The proceeds from tree-removal fees go to the Canopy Care Fund, which will help plant and maintain trees, mostly in low-income neighborhoods. Tree equity is a hot topic in the industry due to correlations between high-income areas and lush tree canopy, and high-crime areas and fewer trees. Nationally, neighborhoods with higher poverty rates have about 41% less tree canopy than wealthier ones. (One recent tree equity study was titled, “Trees Grow on Money.” The correlation between the towering oaks of Myers Park and the affluence below them is not coincidental.) While the most dramatic tree decreases have been in the wedge of south Charlotte, the crescent had less canopy to begin with, especially in the west and north. The Canopy Care Fund will provide care for existing trees and planting new ones in other neighborhoods to try to make sure everyone, regardless of economic status, gets the benefit of a tree canopy.

It takes about 20 years for a new tree to create significant cover, so keeping established trees is the best strategy to preserve the canopy. But if development stopped tomorrow, trees would still fall due to age, disease, and storms. The second part of the city’s strategy, then, is to plant new ones. Enter TreesCharlotte.

TreesCharlotte, a private organization funded in part by the city, offers residents free trees to plant at home, schools, and houses of worship. Over the past year, it’s planted and distributed nearly 5,600. These aren’t the tiny saplings of most tree giveaways; these are two-to-three-year-old trees with established roots, and people can choose from at least 40 native or naturalized species. Any Charlotte resident can take two trees per tree adoption event, and before they take it home, they get a lesson from a certified arborist about how and where to plant them. At the event, residents can even consult with an arborist for free about the best place in their yard for their new trees. It means the right tree gets planted in the right place and contributes to a diverse canopy.

The word choice of TreesCharlotte is telling. It doesn’t refer to these events as tree giveaways but as tree adoption events. Each tree comes with a biodegradable tag that gives their new owners the chance to name their new tree. Kids love it; they name trees after superheroes, Sesame Street characters, and best friends.

“When you think about how hard trees work for us—they give and they give and they give—we want to make sure people understand that these are living things that require care and watering,” says Jane Singleton Myers, TreesCharlotte’s executive director.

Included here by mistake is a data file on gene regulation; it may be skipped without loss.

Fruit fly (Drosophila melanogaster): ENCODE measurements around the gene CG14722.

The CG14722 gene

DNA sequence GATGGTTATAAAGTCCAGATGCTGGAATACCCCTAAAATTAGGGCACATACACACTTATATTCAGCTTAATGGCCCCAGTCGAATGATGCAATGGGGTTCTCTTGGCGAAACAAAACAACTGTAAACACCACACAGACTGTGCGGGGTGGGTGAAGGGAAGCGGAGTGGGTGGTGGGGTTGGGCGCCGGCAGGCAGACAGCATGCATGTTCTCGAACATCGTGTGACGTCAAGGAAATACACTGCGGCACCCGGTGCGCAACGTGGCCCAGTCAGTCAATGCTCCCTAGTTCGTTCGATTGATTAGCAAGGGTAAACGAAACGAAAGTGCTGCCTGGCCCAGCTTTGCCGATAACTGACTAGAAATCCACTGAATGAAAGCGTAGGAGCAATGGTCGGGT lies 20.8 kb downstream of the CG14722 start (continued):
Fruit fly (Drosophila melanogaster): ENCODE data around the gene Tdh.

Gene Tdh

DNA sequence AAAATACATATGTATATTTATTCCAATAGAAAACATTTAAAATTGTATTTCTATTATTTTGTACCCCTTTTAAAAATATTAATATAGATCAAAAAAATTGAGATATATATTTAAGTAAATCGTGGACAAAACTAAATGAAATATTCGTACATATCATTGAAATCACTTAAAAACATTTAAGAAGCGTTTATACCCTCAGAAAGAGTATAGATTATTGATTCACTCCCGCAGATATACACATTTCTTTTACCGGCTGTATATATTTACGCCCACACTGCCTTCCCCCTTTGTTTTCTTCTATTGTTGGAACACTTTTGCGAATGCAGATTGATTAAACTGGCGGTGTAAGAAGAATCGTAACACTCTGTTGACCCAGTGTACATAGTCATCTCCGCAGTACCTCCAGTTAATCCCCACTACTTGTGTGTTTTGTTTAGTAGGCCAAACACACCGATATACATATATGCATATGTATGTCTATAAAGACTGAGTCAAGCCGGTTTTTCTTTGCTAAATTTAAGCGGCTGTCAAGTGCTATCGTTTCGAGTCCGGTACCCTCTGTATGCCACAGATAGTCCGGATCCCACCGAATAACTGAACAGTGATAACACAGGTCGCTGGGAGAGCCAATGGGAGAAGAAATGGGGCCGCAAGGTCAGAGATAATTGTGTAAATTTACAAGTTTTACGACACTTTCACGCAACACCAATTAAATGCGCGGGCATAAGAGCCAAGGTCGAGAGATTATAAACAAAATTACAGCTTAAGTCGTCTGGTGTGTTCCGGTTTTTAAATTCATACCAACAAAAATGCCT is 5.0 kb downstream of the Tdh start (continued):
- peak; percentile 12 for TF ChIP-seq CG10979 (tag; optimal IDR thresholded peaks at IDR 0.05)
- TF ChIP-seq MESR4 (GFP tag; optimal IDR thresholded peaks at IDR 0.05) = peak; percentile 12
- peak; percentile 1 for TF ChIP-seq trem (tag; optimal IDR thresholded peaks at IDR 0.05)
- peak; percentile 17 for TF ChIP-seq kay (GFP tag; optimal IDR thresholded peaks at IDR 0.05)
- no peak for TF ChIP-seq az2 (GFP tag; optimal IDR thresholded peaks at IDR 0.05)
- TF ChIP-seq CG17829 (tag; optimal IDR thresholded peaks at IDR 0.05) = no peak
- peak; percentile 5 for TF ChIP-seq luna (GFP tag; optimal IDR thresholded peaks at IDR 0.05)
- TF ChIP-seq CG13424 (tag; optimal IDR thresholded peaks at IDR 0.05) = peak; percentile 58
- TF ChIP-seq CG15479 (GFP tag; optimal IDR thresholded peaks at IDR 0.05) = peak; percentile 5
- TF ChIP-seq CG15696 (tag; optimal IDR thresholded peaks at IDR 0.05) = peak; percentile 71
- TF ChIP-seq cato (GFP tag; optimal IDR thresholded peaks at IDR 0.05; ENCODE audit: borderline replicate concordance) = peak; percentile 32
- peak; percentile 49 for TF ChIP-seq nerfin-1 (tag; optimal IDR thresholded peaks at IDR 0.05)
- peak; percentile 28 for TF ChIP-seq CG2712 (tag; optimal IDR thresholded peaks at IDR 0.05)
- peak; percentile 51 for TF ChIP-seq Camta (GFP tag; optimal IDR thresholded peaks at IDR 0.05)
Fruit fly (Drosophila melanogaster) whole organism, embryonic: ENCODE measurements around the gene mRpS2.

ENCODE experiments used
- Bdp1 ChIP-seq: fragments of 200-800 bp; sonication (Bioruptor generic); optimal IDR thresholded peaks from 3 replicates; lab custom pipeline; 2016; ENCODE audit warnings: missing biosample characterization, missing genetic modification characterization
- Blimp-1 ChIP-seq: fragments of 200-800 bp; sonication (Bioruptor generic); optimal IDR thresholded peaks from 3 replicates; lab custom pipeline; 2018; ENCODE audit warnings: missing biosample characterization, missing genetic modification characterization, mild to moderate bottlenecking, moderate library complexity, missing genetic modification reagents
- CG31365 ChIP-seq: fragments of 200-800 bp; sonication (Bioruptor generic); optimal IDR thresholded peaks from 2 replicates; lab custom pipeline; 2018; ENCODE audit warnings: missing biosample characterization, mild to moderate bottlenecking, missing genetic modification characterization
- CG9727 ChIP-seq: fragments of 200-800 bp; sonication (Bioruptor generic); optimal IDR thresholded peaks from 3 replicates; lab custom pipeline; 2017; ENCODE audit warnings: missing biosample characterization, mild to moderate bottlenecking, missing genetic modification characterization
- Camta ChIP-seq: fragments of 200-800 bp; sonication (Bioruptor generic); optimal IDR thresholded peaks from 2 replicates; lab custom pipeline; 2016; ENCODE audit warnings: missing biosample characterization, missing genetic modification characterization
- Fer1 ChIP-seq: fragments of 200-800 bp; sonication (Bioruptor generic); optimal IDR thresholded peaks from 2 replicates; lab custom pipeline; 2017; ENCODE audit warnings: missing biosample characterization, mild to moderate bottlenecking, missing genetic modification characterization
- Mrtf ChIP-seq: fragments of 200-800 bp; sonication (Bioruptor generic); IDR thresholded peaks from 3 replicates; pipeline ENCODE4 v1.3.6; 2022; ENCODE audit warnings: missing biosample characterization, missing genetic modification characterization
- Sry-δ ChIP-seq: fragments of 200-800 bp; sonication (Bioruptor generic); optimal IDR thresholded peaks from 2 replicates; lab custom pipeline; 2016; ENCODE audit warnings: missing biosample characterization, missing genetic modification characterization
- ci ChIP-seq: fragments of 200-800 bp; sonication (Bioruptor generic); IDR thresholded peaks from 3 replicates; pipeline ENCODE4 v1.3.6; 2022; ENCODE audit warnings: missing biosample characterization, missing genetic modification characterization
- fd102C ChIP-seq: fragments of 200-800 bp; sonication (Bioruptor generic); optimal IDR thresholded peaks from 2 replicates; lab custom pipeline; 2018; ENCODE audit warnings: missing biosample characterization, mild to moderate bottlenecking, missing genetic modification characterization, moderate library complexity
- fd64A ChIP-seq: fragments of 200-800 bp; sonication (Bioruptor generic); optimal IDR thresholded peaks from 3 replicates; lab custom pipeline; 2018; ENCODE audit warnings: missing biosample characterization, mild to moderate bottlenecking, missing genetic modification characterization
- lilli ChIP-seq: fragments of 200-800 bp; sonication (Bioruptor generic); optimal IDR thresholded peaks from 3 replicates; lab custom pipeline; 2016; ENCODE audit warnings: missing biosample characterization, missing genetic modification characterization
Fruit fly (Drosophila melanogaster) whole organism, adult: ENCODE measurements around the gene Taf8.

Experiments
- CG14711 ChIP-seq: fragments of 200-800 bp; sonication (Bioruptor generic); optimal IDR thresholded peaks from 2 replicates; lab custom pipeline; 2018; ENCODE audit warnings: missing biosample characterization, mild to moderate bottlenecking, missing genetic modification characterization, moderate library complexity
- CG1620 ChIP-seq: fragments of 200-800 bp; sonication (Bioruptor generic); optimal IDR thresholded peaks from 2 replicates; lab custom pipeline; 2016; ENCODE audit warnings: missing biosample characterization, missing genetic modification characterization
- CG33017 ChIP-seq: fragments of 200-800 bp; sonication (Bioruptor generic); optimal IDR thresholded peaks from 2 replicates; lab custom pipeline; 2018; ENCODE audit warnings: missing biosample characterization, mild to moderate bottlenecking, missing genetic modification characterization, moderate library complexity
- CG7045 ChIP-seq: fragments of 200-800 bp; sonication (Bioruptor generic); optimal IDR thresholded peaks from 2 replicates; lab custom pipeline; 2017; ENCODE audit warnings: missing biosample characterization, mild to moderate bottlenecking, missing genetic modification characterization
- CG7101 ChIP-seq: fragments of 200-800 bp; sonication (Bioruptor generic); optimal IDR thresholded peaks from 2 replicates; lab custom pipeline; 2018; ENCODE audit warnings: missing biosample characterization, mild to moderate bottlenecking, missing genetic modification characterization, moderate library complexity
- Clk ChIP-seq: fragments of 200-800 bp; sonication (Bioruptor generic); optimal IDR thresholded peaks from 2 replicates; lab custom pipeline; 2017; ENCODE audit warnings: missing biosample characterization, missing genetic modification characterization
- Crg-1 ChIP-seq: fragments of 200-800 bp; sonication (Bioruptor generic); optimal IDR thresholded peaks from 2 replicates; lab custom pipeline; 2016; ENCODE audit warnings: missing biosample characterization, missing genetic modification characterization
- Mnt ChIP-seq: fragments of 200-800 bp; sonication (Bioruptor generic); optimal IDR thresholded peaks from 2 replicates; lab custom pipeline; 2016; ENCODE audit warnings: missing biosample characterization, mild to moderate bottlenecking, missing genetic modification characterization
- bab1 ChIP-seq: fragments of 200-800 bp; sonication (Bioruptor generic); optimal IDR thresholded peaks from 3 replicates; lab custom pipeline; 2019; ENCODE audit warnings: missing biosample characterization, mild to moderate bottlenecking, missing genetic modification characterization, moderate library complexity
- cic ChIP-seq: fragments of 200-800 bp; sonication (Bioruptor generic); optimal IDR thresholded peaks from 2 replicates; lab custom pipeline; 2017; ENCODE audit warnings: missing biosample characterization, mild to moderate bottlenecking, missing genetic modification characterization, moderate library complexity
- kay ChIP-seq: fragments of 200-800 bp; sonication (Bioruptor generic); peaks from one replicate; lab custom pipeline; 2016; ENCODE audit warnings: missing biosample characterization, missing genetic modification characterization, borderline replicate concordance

This isn’t just about giving away trees but investing in individual and community wellness. Myers mentions a study that shows how exposure to green spaces can reduce the effects of ADHD, so planting trees outside a school can help the children inside learn better. Also, more trees mean less heat, and less heat can reduce effects of diabetes and asthma, conditions more prevalent in lower-income communities. Strategic tree plantings can be a form of public health.

“There’s research that people drive 6 to 8 miles per hour slower down a tree-lined street,” Myers says. “There’s a peacefulness around trees. We get mental health benefits when we feel more settled, and we feel happier and healthier in a treed community.”

Planting trees isn’t the only way residents can support the tree canopy. The City of Charlotte unveiled Tree by Tree last year, a website that lets residents enter the trees in their own yards or neighborhood to help the city maintain its survey.

“We’d love to see people get together with their neighbors for a little tree-mapping event, enjoy some time together,” says Natasha Warren, program manager for the city’s arborist office. “It spurs curiosity, gives people a connection with their trees.”

What’s the value of a tree? What’s the value of this tree, the one that towers above me? I’m sitting on a bench in Veterans Park in Plaza Midwood, next to my favorite Charlotte tree. It’s a huge willow oak by the tennis courts. My husband and I—who, in our 40s, still judge a tree by its suitability for Robin Hood-style treehouses—adore it. It’s at the halfway mark of our favorite walking route, a respite of shade before the trip home. Every time, I tell him, “I love this tree.” The gleam in his eye tells me that he’s building another hypothetical treehouse.


Laurie Reid, here with a white ash at Freedom Park, has been Charlotte’s city arborist since 2021.

I asked everyone I interviewed about their favorite local tree. For Tabitha Warren, it’s a bigleaf magnolia in Myers Park off Hermitage Road. For Myers, it’s a ginkgo by the welcome center at Queens University. For Reid, it’s a dawn redwood in her front yard named Ruby. Their smiles as they tell me about their favorite trees make it seem like they describe a friend.

Everyone has a tree story, Myers tells me. The tree at their grandparents’ house they climbed as a kid; the tree they camped under; the tree with the tire swing. For many, the value of a tree is felt before it’s understood. Studies and calculators attempt to prove what we’ve known all along: that trees are important, that our lives depend on them. The future of our canopy relies on our willingness to prioritize what’s priceless, even if we have to pretend it has a price tag.

Jen Tota McGivney is a writer in Charlotte.

Categories: The Buzz